I have a special announcement… this latest batch of vintage ads brings up The Vintage Toy Advertiser’s tally of published adverts to 1000! For me, this represents a pleasing milestone in my mission to showcase vintage toy advertising and paperworks from the 1970s and 1980s. The Vintage Toy Advertiser’s humble beginnings can be traced back to 2011 when it featured French-only toy advertising. TVTA has since expanded to include not only international toy ads but other retro paperworks like posters, comics, catalogue pages, vinyl records, cartoons, Non-toy ad Tuesday, and even the occasional real toy!
I’d like to give a big shoutout to my followers and say thank you kindly for your valued reading, commenting and likes. Thanks also to the many visitors that come this way via search engines, links and social media. I hope you all continue to enjoy the ads, the fun, the laid-back vibes, the random woooftastic adventures of our office cat, the fabled TVTA Secret Hidden Level (which even I can’t find, grrr!), and anything else you might stumble across in this electronic tome of toys in time (I might use that again) – oh, and here’s to the next 1000 ads!
Public service adverts – has health and safety ever been this cool?
To kick off this special post, here are some vintage public service ads aimed squarely at keeping us, the public, on the right side of the safety barrier. Some feature well-known superheroes – a good advertising tactic when trying to sell something or get a message across. Let’s start with the man of steel…
“Stamp it out with Superman”
England, the 1980s, an anti-smoking campaign, and I can remember our school sending off for the Superman packs (some of the older kids were sorely disappointed to discover these weren’t actually packs of Superman cigarettes but packs of information – damn). Soon our school was plastered everywhere with posters of Superman battling a strange new adversary – Nick O’Teen!! But back In those days it seemed everyone smoked… your mum, your dad, your elder sister, the local shopkeeper, TV presenters, Doctors… so it seemed a bit unfair that poor old Nick O’Teen was always on the wrong side of Superman when he was only doing what most people were doing back then – smoking – and he was an adult too (or a very ugly kid). Looking at Nick O’Teen now, I really appreciate his costume design: the cigarette-hat with wafting smoke; the distressed, yellow and brown clothing; the dark cape; the amber teeth – though I do wonder why they gave him gardening gloves? Anyway, can’t tell you how pleased I was to come across this ad recently and add it to the collection at last.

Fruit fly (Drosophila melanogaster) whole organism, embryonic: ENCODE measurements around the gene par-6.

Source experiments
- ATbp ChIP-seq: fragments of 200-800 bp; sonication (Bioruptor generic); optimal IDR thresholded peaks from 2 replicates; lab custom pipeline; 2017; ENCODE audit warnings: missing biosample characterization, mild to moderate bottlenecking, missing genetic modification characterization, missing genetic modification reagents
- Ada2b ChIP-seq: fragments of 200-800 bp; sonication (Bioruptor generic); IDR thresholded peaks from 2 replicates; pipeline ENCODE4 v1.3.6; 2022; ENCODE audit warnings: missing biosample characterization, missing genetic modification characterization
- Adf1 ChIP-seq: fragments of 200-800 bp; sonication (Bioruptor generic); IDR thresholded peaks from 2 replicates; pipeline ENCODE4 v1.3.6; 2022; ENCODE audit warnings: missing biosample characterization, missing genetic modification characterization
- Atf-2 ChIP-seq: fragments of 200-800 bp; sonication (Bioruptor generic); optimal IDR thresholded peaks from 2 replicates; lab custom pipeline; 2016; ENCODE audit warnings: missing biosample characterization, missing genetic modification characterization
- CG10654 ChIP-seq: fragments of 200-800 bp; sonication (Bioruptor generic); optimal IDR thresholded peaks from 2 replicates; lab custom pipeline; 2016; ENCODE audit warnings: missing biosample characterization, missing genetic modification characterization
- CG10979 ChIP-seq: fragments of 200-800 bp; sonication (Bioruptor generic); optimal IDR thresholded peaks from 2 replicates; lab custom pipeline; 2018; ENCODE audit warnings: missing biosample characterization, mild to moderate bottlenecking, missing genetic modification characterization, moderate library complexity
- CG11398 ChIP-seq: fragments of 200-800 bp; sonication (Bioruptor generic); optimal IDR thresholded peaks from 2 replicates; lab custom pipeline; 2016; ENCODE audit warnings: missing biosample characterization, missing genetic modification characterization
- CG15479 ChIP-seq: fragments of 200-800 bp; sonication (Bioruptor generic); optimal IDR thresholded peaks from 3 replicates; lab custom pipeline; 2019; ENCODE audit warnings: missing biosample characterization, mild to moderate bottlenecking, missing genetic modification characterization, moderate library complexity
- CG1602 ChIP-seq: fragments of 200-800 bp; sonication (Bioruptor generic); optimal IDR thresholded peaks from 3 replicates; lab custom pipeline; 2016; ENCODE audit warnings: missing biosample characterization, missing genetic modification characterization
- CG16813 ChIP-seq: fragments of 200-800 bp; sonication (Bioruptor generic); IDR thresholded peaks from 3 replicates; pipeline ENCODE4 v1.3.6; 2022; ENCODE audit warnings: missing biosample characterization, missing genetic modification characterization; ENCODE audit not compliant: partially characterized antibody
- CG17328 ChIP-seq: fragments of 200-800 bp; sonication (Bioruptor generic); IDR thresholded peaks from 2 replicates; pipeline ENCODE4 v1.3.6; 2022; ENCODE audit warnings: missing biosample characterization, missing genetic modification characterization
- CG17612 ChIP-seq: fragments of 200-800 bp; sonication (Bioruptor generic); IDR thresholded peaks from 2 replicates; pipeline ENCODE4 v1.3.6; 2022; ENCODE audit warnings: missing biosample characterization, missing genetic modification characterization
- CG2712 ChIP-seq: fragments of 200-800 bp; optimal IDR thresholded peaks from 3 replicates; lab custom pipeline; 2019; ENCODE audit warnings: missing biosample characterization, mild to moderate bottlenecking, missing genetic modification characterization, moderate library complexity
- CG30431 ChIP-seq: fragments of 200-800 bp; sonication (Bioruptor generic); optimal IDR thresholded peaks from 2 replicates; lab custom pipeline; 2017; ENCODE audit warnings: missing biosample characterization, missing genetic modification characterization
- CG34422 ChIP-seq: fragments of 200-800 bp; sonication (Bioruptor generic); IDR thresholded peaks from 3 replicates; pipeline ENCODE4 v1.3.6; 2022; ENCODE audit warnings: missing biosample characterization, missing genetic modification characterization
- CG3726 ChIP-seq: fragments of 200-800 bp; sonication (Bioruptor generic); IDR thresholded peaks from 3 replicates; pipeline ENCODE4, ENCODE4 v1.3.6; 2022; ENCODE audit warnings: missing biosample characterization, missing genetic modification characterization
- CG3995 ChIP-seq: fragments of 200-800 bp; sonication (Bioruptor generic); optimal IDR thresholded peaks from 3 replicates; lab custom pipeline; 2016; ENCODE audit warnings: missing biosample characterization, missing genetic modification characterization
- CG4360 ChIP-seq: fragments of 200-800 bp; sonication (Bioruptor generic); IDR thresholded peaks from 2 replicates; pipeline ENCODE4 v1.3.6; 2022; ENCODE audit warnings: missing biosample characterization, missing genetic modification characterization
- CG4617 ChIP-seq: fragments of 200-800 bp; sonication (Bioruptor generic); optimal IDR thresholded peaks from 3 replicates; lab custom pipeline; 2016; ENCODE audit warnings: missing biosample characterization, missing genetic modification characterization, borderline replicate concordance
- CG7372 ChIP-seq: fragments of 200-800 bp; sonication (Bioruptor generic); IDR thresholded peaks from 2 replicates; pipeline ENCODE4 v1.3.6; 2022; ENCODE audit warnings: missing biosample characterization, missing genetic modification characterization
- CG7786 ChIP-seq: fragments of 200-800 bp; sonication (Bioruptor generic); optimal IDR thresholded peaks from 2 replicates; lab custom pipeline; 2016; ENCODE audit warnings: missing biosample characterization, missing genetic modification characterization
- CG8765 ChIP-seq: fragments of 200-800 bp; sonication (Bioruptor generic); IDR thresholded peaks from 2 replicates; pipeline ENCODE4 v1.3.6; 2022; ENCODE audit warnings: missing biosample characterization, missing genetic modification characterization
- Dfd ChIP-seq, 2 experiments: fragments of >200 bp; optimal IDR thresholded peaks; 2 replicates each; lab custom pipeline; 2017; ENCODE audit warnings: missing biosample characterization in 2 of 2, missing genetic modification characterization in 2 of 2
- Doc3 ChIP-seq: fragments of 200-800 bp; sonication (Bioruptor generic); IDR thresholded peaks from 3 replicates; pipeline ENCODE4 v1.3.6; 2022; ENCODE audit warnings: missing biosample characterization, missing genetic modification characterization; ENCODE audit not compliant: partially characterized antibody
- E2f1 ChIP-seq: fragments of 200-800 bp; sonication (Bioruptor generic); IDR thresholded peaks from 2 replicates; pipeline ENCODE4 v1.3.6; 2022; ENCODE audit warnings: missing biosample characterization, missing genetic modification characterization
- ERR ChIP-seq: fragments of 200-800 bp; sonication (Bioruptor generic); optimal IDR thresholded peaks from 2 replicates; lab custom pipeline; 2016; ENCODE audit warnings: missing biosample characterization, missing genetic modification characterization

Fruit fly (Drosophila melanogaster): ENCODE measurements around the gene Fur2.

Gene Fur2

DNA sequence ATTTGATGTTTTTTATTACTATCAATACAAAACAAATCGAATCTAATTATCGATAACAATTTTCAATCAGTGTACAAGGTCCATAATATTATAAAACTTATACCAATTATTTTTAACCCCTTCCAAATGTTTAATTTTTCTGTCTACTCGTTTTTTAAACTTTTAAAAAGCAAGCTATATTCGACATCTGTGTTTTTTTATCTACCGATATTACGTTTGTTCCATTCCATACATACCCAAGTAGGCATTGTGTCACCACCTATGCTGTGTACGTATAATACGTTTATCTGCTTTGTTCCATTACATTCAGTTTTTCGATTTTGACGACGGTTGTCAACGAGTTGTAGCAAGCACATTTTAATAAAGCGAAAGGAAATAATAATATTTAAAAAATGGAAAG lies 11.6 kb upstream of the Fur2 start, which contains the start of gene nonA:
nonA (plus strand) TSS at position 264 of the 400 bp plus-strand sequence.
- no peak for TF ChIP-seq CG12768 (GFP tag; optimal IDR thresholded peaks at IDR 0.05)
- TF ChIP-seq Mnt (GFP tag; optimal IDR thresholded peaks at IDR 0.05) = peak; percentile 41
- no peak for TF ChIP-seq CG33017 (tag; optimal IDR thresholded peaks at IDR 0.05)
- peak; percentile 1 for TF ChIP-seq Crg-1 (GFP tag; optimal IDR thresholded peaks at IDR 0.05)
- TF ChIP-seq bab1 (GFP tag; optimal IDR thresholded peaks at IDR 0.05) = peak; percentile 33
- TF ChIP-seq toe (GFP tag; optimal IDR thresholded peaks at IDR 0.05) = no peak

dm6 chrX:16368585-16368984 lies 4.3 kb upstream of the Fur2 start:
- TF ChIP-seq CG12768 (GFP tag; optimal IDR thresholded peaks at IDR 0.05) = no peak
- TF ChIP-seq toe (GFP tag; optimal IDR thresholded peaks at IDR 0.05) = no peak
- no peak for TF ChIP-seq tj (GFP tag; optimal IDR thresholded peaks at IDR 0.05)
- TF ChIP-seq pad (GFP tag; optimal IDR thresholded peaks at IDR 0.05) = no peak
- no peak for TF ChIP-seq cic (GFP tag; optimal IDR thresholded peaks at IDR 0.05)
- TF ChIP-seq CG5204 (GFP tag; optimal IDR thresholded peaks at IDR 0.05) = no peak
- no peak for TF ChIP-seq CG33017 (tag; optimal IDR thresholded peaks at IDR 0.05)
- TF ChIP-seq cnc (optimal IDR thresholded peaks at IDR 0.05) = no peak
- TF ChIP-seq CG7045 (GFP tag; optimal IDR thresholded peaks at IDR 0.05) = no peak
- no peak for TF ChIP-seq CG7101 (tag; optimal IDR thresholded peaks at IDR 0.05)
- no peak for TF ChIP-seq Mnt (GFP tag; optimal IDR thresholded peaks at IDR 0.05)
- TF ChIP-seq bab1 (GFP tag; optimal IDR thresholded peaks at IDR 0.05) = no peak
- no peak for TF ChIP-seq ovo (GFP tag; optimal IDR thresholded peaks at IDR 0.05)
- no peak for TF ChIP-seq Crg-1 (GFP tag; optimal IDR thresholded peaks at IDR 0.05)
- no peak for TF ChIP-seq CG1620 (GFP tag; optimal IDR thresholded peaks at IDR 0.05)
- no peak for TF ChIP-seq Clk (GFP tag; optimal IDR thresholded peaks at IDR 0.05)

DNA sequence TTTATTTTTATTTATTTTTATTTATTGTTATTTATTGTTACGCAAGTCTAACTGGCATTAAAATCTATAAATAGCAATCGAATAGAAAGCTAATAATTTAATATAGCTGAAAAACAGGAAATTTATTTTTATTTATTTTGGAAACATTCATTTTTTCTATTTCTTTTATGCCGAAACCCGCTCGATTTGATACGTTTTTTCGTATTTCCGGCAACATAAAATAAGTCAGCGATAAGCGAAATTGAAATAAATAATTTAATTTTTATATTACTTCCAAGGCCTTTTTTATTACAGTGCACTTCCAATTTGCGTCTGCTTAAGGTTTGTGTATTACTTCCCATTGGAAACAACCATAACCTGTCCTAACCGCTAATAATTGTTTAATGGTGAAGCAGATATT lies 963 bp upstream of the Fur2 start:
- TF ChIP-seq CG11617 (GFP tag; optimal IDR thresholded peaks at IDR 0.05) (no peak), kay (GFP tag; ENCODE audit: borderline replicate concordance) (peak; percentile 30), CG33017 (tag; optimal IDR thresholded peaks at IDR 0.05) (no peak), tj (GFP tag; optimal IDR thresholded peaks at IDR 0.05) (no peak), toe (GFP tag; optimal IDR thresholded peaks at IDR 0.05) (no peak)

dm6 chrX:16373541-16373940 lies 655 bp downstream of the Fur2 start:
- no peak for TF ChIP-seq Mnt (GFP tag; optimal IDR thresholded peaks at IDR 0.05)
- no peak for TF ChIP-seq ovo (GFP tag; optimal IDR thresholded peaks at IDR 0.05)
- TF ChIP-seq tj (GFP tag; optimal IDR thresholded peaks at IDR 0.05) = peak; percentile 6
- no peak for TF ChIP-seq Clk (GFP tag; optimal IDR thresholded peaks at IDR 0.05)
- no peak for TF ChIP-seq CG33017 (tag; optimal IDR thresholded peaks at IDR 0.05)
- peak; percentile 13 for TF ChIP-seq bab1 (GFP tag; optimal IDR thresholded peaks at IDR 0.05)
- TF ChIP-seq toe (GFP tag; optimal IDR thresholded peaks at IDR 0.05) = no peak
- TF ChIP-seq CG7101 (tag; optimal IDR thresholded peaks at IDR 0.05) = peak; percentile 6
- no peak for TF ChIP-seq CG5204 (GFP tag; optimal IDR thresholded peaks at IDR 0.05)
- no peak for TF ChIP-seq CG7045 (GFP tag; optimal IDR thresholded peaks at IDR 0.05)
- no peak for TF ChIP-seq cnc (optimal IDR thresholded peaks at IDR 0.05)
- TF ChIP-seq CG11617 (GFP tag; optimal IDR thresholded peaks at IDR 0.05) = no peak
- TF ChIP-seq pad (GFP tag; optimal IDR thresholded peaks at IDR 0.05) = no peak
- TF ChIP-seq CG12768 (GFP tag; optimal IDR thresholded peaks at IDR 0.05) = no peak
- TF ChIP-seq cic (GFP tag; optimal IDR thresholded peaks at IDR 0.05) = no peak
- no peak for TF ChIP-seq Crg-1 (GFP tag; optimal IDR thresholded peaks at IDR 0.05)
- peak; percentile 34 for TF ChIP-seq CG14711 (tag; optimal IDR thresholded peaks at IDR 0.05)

“Tips on ways to prevent sexual abuse”
In the mid 80s, Marvel Comics teamed up with the National Committee for Prevention of Child Abuse to bring us superhero characters Power Pack and Spider-man with their messages for kids on how to prevent sexual abuse. Power Pack is a fictional team of superheroes consisting of four young siblings. They were created by writer Louise Simonson and artist June Brigman and first appeared in their own series in 1984. Alongside Spider-man, these heroes packed a mighy punch with their message.
Dave Prowse is Darth Vader is Green Cross Man is Dave Prowse!
Issued by the Department of Transport, the Scottish Development Department and the Welsh Office, the Green Cross Code was a public service campaign aimed at British schoolchildren for the prevention of road traffic accidents. Actor Dave Prowse, who many of you will be familiar with for his role as Darth Vader in Star Wars, was employed to play the part of the Green Cross Man in a series of television adverts. The campaign also relied on magazine and comic adverts to get across its message. Here are two of them.
This way to the hospital!
A 1984 safety message for cyclists… this is an odd one because it’s not sponsored by any government safety agency, or committee against this and that, or society for the prevention of, or anything really. I can’t help wonder if this advert was actually paid for by some disgruntled motorist fed up to the back teeth of cyclists ruining his or her daily commute on the road. In fact, the more I look at it the more I’m convinced that the message “this way to the hospital” is more a threat than a warning!!!
Things to say when your friend wants you to smoke “that wacky weed”
Remember when the war was against drugs and not terrorists? This 2001 Office of National Drug Policy / Partnership for a drug-free America advert offers a choice of replies to give when confronted with the offer of drugs by a friend.
Tobacco is Whacko…
Lastly, and staying In the year 2001, the Lorillard Tobacco Company’s Youth Smoking Prevention Programme put their name to the following ad which I can only assume was created to terrify teens into not smoking their products by showing psychedelic comic horror graphics of a grinning cigarette launching itself from the mouth of a petrified teen. Or was it to show just how cool cigarettes are? When I first saw this ad I thought it was an anti-marijuana campaign… no, it’s anti-cigarette – made by a cigarette company which is now defunct. Whacko indeed.
So, to sum up…
Stay clear of Satanic toys, don’t smoke, don’t do drugs, mind the road, and don’t believe everything you read, just some of it… the parts you do are entirely up to you.
Thanks for looking, keep safe.